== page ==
SALT LAKE CITY – Smarter food shopping and planning can help address not only what Utah families spend on groceries, but the larger issues of world hunger and the growing global demand for food. Professor Jon Foley, director of the Institute on the Environment at the University of Minnesota, said huge investments have been made to increase food production, but not enough is being done to reduce the amount of food that has simply being wasted.
“We’ve spent billions and billions of dollars trying to get crops to grow faster, to improve yields,” Foley said, “and globally, crop production has only increased about 20 percent in the last 20 years, despite all those efforts. And here’s 40 percent of the world’s food sitting around rotting.”
The average American family throws away about 20 pounds of food a month, worth $300 to $500 a year, he added, with the biggest losses in meat and seafood.
One place where food costs and purchasing make a daily difference between profit and loss is in the catering business. Maxine Turner, president of Cuisine Unlimited Catering, Salt Lake City, says her company does not buy any ingredient that cannot be used at least three ways. Even at home, she shops for no more than one week’s worth of groceries at a time. Planning meals makes it easier to avoid impulse buys, Turner explained.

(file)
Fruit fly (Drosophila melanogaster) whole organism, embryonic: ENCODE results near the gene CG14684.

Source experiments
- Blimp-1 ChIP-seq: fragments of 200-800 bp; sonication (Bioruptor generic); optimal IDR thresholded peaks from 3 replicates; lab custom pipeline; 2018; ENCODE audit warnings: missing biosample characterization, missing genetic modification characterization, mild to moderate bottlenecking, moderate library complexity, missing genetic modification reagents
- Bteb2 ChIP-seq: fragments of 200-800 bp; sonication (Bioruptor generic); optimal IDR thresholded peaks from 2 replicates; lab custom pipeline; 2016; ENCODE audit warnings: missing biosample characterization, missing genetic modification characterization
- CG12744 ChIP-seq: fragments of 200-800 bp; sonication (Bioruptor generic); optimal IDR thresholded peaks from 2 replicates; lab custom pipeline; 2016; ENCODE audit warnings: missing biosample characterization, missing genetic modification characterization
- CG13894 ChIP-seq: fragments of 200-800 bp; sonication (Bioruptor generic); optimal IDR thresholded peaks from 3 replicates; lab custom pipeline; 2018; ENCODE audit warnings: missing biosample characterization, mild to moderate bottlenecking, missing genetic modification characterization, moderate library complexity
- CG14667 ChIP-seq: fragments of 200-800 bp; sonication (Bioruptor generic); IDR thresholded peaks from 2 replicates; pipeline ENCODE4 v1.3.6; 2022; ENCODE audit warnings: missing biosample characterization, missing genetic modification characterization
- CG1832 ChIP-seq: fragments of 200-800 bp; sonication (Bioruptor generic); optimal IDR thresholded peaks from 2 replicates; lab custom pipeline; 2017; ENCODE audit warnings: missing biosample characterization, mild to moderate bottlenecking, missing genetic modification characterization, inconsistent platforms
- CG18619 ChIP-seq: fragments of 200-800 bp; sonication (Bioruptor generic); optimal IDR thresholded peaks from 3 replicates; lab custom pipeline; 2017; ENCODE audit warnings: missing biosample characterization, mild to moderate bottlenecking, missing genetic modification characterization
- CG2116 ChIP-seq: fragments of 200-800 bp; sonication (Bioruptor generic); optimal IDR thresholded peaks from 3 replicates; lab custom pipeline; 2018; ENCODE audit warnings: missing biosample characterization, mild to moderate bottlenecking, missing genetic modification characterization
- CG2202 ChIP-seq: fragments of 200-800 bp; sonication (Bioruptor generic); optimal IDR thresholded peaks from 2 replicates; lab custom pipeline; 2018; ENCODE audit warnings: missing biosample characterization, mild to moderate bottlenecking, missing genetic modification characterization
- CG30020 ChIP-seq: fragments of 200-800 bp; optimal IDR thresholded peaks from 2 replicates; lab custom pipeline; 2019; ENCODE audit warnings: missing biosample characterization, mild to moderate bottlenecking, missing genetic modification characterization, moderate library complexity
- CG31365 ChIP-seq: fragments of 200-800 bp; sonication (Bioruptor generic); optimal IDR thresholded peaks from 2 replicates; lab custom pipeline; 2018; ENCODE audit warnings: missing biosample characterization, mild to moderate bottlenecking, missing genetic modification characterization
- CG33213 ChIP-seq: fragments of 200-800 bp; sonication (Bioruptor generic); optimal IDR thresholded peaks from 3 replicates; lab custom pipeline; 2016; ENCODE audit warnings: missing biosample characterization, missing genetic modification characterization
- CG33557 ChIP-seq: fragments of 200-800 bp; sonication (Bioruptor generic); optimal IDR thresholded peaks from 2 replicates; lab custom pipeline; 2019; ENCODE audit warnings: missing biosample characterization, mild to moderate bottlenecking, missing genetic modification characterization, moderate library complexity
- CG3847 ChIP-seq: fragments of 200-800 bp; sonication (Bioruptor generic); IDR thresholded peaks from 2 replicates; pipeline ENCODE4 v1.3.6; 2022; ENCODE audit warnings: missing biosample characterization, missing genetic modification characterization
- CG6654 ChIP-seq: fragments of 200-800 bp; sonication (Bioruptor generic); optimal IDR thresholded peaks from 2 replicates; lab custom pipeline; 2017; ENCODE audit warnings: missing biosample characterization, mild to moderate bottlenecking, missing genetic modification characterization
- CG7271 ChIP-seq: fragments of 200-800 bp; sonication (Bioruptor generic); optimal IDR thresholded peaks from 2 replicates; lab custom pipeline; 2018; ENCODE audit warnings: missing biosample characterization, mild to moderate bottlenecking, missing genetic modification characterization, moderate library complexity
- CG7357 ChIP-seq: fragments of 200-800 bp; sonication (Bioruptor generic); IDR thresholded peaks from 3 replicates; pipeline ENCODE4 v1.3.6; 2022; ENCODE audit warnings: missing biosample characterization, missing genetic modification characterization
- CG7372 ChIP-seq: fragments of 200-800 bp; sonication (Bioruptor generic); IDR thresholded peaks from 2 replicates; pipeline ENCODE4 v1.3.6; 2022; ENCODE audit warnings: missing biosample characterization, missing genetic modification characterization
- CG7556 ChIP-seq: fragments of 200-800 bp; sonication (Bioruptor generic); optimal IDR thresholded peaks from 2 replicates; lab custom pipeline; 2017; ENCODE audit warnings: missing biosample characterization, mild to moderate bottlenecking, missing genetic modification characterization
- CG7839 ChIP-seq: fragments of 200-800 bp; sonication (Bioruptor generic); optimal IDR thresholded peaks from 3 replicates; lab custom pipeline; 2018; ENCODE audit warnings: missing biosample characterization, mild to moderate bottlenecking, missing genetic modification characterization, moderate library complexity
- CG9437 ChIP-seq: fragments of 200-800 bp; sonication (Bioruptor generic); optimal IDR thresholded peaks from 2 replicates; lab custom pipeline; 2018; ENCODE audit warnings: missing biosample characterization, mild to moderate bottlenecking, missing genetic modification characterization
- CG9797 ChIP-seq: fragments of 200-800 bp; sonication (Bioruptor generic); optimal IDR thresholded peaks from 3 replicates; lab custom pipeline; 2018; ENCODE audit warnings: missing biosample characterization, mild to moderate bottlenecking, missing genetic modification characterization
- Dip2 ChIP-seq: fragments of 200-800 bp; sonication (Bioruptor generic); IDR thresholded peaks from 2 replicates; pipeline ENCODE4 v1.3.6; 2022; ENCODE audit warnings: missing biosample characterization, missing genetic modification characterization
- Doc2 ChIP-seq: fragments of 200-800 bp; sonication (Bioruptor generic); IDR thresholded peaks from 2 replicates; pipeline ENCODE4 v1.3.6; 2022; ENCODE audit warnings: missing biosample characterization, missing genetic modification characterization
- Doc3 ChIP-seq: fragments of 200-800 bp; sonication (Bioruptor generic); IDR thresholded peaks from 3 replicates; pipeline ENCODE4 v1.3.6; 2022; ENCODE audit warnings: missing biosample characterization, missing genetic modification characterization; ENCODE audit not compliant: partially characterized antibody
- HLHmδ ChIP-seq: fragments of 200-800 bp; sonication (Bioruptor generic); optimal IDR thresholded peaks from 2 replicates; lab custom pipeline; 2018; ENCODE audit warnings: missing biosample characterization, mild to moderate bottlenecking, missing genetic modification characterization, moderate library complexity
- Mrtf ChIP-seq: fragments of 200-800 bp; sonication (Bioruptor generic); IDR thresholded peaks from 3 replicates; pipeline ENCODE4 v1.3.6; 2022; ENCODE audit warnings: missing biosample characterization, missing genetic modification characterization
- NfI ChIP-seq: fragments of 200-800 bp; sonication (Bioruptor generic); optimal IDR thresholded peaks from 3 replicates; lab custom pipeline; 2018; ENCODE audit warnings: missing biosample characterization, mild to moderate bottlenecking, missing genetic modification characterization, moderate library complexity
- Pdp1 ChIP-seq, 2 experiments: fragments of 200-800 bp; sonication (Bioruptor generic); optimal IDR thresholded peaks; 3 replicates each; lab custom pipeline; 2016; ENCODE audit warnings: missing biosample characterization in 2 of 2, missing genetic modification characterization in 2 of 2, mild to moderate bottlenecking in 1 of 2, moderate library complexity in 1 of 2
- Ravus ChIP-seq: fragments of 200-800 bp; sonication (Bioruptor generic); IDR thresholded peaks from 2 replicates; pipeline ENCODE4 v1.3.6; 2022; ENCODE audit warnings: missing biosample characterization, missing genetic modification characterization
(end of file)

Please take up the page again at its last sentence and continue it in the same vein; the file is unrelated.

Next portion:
“That helps in guiding the amount of food being purchased, and you’re going back to that three-way usage,” she said. “You also have much more flexibility at a home than we do in our catering operation to use those leftover products.”
Caterers must keep careful track of their inventory. Turner advises home cooks to also keep a running list of what is in their freezer, to avoid buying duplicates. She also recommends using a vacuum sealer. Removing air and moisture from packaging adds one to three months of shelf life to many foods, she said.
“We use this for not just things that are frozen or freezable, like sauces and things where we have prepared too much,” said Turner. “It’s absolutely marvelous for the shelf life of things like cheese.”
About two-thirds of food waste is from spoilage, so she suggests planning meals around the ingredients already on hand.
More information about minimizing food waste is online at <a href=”http://www.nrdc.org/living/eatingwell/files/foodwaste_2pgr.pdf” target=”parent”>www.nrdc.org</a>.